Banned by law of Iran from operating a motorcycle on the road, a small band of women led by Nora Naraghi stuck two fingers up to religious law makers by taking up motocross instead.

"Nora Naraghi stuck two fingers up to religious law makers by taking up motocross"

Also banned from Tehran’s only legit track, they built their own track in the hills to practice and in 2009 established the first Iranian national championship race for women with the help of a local club.

Naturally Naraghi won and made the Daily Telegraph in the process - which is more than any British motocross champion has ever managed!

[part title="Kenya"]

Forget Ryan Villopoto vs. James Stewart, or American vs. Belgium, the biggest rivalry in motocross is the Central African grudge-race between Kenya and Uganda.

No nation really likes their neighbours (hello France!) and it’s no different in equatorial Africa, where the small communities of racers from both countries like nothing more than giving the suckers from next door a pasting and banging bars for bragging rights as the regional top dog in the FIM-backed (Federation International Motorcyclisme) Central African Motocross Challenge.

"The biggest rivalry in motocross is the Central African grudge-race between Kenya and Uganda."

Considering the sport is tiny and far beyond the financial reach of the vast majority of the population, it’s surprisingly well supported, featuring on prime time Kenyan news at every round.

[part title="India"]

Motocross is the working man’s motorsport, the affordable way for the average Joe to get their speed fix.

What’s affordable for the average Joe in India is not a six grand Japanese techno-wonder however, but knackered old road bikes tarted-up for a bit of off-road action with some re-tread knobblies, and hand-cut number plates.

"They're knackered old road bikes tarted-up for a bit of off-road action."

So that’s what the vast majority of Indian motocross race, in both motocross and supercross – yes India has an SX series!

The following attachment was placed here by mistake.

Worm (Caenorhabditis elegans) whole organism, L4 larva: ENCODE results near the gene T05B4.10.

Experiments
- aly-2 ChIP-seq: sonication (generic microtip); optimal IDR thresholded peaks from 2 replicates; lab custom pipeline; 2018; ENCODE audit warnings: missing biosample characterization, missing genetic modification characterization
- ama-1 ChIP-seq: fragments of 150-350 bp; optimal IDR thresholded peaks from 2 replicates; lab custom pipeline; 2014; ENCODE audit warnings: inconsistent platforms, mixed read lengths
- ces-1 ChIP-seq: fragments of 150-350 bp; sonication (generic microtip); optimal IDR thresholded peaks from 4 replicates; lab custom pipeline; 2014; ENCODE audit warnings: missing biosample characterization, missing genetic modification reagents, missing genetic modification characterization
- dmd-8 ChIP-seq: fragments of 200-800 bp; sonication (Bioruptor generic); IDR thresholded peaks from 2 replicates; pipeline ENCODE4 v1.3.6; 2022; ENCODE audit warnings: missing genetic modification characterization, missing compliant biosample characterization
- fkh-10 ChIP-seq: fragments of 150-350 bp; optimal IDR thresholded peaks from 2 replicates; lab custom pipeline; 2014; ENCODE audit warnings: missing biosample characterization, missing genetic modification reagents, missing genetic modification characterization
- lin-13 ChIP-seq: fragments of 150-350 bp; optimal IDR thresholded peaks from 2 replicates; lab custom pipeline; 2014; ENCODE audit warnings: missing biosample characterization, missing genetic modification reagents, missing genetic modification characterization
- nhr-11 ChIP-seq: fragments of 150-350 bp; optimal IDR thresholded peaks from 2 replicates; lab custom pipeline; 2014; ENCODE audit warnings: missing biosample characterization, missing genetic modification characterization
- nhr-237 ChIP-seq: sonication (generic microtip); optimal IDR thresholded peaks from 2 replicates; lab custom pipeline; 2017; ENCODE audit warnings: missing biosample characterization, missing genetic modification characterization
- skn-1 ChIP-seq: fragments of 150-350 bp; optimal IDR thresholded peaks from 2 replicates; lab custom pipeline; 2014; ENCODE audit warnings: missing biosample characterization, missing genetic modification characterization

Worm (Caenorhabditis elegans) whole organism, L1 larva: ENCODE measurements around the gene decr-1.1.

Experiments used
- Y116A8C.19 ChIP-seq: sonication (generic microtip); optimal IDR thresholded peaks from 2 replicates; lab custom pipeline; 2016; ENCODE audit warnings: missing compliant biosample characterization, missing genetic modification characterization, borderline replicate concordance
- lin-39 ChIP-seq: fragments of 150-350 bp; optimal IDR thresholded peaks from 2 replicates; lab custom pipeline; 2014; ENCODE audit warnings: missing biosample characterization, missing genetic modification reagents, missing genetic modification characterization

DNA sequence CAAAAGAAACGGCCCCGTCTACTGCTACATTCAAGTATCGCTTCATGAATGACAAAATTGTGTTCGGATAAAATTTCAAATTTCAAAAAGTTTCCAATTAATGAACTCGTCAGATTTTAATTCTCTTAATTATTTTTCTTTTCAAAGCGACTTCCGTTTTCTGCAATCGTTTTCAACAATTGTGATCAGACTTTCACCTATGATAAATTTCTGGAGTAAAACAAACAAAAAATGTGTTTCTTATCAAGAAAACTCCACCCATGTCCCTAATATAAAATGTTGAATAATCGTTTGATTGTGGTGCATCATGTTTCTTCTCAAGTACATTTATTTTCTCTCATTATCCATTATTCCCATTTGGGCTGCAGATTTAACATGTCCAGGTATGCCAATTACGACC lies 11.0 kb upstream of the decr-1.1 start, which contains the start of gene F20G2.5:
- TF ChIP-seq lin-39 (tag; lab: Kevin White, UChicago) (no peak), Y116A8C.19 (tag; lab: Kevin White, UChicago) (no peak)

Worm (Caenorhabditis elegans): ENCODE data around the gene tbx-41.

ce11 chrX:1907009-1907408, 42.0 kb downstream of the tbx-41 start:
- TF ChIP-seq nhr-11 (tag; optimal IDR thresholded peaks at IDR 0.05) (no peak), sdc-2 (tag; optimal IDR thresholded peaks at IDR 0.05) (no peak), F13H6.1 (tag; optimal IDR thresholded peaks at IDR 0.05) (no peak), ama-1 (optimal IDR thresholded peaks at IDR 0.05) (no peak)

So whilst the lucky few with a pucka MX bike line-up in the imaginatively titled ‘Foreign’ class, the core of Indian motocross are giving it large on bikes that look better suited for the scrap-heap than a race track. And it’s awesome.

There’s no worrying about having the latest bling bike parts or latest energy gunk branding, just racing hard accompanied by awesome old-school 50s BBC style commentating – the true spirit of motocross.

[part title="Thailand"]

Motocross has a surprisingly long and strong history in Thailand. Supposedly introduced to the country by American GIs after the Vietnam war, it hosted an infamous international supercross series in the 80s that was wildly popular with pro riders for the off-track erm... ‘activities’. It has has even hosted a round of FIM World Motocross Championship for the past two years.

"Thailand hosted an infamous international supercross series in the 80s that was wildly popular with pro riders for the off-track erm... ‘activities’."

As in India, motocross bikes are a luxury many would-be motocross racers simply can’t afford. What they do have access to though is cheap scooters by the millions, which they strip-down, soup-up and wring the crap out of in the perfectly-named Grasshopper class like the teenagers that terrorise your local ring-road on Friday night.

Although unlike your local boy racers, the moped class is half-time entertainment at the Thai MX Grand Prix!

[part title="Finland"]

Finland has won more Olympic ski jumping medals than any other nation. That tells you all you need to know about the climate up there in the far, far north.

It’s sub-zero, covered in snow and dark or nearly 24 hours a day for half of the year – not exactly prime motocross weather.

"A bit of snow isn’t going to stop the Finns though!"

A bit of snow isn’t going to stop the nation that pumped out some of the most fearless car racers and rally drivers in history though.

Finns love speed and they love motocross, so instead of parking their bikes for half a year, they simply countersink massive screws into their knobblies for a bit of grip when winter comes, put on some thermal undies and go rip up their local tracks like normal. Rather them than us!